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Real Wedding Challenges: The Importance of Declaring Your Love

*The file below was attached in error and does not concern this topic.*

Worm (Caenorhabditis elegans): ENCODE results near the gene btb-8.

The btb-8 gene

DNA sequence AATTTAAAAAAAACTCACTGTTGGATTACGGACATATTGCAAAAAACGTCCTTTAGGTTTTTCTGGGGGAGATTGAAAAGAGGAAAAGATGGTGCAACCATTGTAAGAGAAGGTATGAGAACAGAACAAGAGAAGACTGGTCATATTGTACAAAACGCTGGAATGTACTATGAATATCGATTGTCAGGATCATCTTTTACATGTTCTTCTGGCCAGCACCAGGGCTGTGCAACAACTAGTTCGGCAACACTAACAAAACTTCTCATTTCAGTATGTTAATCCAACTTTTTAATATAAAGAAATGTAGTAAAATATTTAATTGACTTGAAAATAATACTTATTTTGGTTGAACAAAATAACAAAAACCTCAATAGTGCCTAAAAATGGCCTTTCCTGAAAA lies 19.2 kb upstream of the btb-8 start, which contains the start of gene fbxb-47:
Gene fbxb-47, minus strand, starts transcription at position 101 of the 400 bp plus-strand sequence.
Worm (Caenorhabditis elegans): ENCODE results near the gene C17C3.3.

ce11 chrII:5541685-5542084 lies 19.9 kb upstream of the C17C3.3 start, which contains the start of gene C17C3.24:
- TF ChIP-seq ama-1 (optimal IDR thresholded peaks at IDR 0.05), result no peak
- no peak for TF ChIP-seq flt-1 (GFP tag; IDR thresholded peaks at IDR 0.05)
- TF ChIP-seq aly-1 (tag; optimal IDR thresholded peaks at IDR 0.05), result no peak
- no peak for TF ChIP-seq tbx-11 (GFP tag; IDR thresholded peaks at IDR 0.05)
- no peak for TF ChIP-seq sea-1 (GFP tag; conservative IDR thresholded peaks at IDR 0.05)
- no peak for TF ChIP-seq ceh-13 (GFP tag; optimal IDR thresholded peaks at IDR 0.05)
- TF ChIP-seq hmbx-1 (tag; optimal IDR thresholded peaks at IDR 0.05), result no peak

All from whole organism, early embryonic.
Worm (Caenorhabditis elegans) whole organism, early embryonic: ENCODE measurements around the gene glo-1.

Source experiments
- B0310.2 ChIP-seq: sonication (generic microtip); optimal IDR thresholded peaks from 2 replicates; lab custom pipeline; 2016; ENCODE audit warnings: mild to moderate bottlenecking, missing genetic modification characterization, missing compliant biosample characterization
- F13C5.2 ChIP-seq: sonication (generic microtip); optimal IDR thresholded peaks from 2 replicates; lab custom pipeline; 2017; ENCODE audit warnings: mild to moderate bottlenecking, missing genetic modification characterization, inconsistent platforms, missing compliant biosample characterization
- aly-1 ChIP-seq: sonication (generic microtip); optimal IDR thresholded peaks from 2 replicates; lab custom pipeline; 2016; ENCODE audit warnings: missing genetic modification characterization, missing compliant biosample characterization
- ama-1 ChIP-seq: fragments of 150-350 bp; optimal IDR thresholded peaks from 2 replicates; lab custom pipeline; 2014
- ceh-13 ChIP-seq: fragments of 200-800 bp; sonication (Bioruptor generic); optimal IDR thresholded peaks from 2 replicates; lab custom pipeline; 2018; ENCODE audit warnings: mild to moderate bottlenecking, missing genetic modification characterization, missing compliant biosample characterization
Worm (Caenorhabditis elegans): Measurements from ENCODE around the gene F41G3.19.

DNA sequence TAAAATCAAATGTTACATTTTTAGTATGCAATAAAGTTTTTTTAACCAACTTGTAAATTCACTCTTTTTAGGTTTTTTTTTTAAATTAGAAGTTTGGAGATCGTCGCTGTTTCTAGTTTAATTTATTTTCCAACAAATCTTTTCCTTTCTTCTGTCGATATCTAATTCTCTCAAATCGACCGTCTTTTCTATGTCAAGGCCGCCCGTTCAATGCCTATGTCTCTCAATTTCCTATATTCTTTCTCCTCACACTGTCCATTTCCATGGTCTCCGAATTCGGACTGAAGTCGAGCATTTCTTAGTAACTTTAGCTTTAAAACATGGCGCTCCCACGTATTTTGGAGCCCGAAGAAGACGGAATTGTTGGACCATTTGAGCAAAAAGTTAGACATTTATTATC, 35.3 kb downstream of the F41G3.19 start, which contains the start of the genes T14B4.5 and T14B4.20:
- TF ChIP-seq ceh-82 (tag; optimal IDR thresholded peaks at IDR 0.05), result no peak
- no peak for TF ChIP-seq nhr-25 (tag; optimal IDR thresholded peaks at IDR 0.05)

We have two great loves here at the Savvy Scoop: interesting stories and finding inspiration to help you make your wedding special. Our monthly feature Real Wedding Challenges combines both of these loves. On the last Friday of every month we introduce you to a real married couple who worked through a challenge in planning their wedding. Since these couples are no longer in the midst of planning a wedding, we think you’ll find their solutions and perspectives refreshing. To read the first Real Wedding Challenge, click here. This month we’ll look at a couple who started off with one challenge, how to plan a wedding in a different state, and wound up with a family blessing, a family tragedy and a truly beautiful and memorable event. As always we’d love to hear from you, what types of wedding challenges are you facing? What types of couples would you like to hear about? Couple: Ken and Adrien, both 34. Ken worked for a Broadway theater company, Adrien was a partner in a research consulting firm. Wedding date and location: May 13, 2006, Berkeley, California How we met: Online, How did you decide to get married? We realized pretty quickly that we had great chemistry, and shared values and life goals. Ken was the father of a three-year-old son, Jacob. Jacob’s two mothers lived in Berkeley, and the three were considering having a second child. Adrien was contemplating the same relationship with another lesbian couple. We’d been dating for about four months when Ken proposed on the roof of the Gansevoort Hotel. It was another 17 months before we actually got married. How did you decide on the place and date of the wedding? We’re both from California, and travel back and forth to there quite a lot. Although we had both been in New York for about five years, we felt like California was still home, and a lot of our friends and family lived there. We decided to have the wedding at the chapel of the Pacific School of Religion, where Nicole (Ken’s son’s mother) was director of admissions. We chose the date fourteen months ahead of time, but then it turned out that Luka (Ken’s second son) was due at the same time, actually on the wedding day! What was your biggest wedding challenge? When we started planning the wedding, we thought the biggest challenge would be planning from across the country, but then major family events happened. Ken’s second son, Luka, was born a week before the wedding. That same night, Ken’s dad went to the emergency room because he was feeling dizzy. The next day he was diagnosed with late-stage lung cancer, which had spread to his brain. He required emergency surgery three days before the wedding. The surgery was successful, but Ken’s parents could not fly from L.A. to the wedding. Needless to say, it was a stressful week. But, the outpouring of support and love from friends and family pushed us through the finish line. The events also emphasized for us the importance of declaring love whenever you have the opportunity. Describe your wedding: Nicole (the mother of Ken’s son who was born days before the wedding) was supposed to officiate, but she was still recovering, so a colleague of hers filled in. She really became our “anchor in the storm.” Jenni, a friend of ours who is also a theologian, gave a sermon about taking risk in the face of adversity. The ceremony itself was pretty short and sweet, we made vows, Adrien became “Papa” to Ken’s sons, and the community promised to support us and our growing family. A few friends sang songs, and did readings. Ken’s oldest son, Jacob and Adrien’s nephew and niece, served as ring-bearers. After the wedding we had a reception on the Hornblower. Since so many of our nearly 200 guests were from out of town, we really wanted to share the beauty of the Bay with them. We chose our menu from their catering options, and they helped us find a photographer. We created the centerpieces ourselves, and found the singer on our own. What’s the best wedding advice you were given? Take time for yourself and your relationship amid all the details of planning the wedding event. What’s the worst advice you were given? The benefit of having a big gay wedding at the time was that relatively few people were doing it, so fewer people were offering bad advice! What made you happiest about your wedding? That so many people were so touched by it. Years later, people still remark that it was the most intentional and meaningful wedding they have attended. What would you do differently if you could do it again? We planned the wedding ourselves. While we were pretty good about delegating tasks for the wedding day, we should have also designated a coordinator to supervise and make last-minute decisions for us so we could have “turned off” our inner control freaks and simply enjoy the day. Any advice for other couples getting married? Make decisions about your wedding that are meaningful for you. Gay or straight, this is your opportunity to intentionally express yourselves and your values, as individuals and as a couple. Don’t waste time, our story shows that love is too precious to let pass you by. Follow Up: Ken and Adrien are still happily married, living in New York City. Ken’s father passed away not long after the wedding. Last summer, as a surprise for Ken’s mother’s 60th birthday, they renewed their vows. This time, Nicole, now an ordained minister, was able to perform the ceremony. The second ceremony took place in California, during the time when gay marriages were legally recognized there. Thanks to Ken and Adrien for sharing their story.
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